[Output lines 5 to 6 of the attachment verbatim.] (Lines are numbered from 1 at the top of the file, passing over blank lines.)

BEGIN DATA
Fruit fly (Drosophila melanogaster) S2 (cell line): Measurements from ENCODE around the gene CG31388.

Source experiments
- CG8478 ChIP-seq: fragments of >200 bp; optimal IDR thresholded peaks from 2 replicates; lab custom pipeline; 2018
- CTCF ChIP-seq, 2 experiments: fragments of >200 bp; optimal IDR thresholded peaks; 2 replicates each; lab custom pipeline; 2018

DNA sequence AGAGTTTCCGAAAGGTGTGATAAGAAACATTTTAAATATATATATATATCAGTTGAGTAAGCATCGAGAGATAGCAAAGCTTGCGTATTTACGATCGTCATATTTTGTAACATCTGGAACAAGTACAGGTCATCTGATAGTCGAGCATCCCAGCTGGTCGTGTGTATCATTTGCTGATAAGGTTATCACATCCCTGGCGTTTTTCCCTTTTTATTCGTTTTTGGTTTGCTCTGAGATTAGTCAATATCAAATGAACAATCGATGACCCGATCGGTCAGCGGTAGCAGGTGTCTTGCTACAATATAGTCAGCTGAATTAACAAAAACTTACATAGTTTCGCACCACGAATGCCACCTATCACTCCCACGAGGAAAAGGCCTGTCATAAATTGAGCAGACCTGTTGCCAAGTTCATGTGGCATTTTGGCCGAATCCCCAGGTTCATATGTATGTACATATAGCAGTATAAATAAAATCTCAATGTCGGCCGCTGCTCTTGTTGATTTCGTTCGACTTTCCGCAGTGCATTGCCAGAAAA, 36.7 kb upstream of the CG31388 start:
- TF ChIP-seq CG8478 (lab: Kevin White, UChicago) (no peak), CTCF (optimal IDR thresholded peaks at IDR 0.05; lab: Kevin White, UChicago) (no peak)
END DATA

DNA sequence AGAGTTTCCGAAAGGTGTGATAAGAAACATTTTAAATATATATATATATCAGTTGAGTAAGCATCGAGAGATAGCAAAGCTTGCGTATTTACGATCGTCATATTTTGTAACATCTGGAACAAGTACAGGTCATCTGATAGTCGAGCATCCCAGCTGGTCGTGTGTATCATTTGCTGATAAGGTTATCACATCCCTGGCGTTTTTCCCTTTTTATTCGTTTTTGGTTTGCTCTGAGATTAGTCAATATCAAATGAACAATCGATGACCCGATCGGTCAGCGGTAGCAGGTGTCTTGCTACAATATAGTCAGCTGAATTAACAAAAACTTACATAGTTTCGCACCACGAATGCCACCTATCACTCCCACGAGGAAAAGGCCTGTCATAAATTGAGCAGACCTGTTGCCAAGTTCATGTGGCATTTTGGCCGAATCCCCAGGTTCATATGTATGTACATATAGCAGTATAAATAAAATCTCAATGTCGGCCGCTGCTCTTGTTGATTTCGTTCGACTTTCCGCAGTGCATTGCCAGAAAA, 36.7 kb upstream of the CG31388 start:
- TF ChIP-seq CG8478 (lab: Kevin White, UChicago) (no peak), CTCF (optimal IDR thresholded peaks at IDR 0.05; lab: Kevin White, UChicago) (no peak)